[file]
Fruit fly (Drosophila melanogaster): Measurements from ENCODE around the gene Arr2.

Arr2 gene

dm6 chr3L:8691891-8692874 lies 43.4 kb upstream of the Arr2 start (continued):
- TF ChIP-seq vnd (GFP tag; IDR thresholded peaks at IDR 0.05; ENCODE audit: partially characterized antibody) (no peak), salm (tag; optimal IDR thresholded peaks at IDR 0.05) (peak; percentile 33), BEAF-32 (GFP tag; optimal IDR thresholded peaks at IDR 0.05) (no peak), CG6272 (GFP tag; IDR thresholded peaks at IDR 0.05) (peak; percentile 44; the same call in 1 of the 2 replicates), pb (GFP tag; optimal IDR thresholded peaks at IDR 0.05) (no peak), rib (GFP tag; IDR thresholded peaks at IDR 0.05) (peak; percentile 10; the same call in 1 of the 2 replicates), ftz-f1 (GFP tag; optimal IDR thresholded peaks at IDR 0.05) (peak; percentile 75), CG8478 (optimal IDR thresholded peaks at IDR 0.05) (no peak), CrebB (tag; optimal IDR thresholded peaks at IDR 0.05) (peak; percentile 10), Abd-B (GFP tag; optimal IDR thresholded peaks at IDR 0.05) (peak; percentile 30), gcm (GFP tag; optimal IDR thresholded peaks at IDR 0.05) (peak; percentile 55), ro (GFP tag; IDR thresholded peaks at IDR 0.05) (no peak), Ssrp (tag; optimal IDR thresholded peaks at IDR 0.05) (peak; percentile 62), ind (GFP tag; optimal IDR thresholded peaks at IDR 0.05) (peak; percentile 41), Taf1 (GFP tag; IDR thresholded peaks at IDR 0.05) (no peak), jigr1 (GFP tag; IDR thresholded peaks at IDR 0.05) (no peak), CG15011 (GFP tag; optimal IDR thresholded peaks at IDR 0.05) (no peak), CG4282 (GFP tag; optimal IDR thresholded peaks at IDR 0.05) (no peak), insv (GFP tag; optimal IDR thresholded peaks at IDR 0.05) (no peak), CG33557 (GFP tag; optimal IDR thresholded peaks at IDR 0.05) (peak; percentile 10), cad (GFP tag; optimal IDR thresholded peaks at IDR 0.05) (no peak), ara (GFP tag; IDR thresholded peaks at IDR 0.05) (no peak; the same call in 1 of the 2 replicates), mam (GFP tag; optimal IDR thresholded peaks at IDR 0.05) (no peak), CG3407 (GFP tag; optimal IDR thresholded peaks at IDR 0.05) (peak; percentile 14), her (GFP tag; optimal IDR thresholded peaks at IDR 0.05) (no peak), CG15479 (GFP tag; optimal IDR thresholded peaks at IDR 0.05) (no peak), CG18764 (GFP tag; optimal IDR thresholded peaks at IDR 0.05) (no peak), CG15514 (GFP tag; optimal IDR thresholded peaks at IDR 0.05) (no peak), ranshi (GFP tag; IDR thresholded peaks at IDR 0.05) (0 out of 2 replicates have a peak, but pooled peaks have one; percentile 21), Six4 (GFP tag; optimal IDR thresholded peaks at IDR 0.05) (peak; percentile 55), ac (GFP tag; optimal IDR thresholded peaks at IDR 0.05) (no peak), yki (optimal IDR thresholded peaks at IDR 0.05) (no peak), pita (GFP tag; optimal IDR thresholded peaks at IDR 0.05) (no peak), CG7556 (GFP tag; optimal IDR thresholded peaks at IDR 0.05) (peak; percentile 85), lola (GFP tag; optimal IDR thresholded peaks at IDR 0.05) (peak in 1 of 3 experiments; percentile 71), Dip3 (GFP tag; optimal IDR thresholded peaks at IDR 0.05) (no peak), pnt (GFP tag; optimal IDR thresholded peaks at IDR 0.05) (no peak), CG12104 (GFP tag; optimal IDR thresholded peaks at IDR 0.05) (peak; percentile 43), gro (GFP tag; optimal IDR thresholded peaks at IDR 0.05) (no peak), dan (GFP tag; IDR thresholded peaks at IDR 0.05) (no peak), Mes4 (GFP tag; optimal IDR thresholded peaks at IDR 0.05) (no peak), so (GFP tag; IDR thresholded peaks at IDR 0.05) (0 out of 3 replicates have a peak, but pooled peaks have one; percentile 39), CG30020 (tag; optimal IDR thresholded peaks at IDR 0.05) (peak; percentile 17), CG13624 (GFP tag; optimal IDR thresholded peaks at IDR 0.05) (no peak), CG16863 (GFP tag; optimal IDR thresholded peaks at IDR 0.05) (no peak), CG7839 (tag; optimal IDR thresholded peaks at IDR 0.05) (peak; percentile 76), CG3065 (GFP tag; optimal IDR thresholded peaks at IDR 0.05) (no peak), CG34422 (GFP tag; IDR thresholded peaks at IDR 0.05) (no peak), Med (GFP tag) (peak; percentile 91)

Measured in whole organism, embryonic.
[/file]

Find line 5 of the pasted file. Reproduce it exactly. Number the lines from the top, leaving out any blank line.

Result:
Measured in whole organism, embryonic.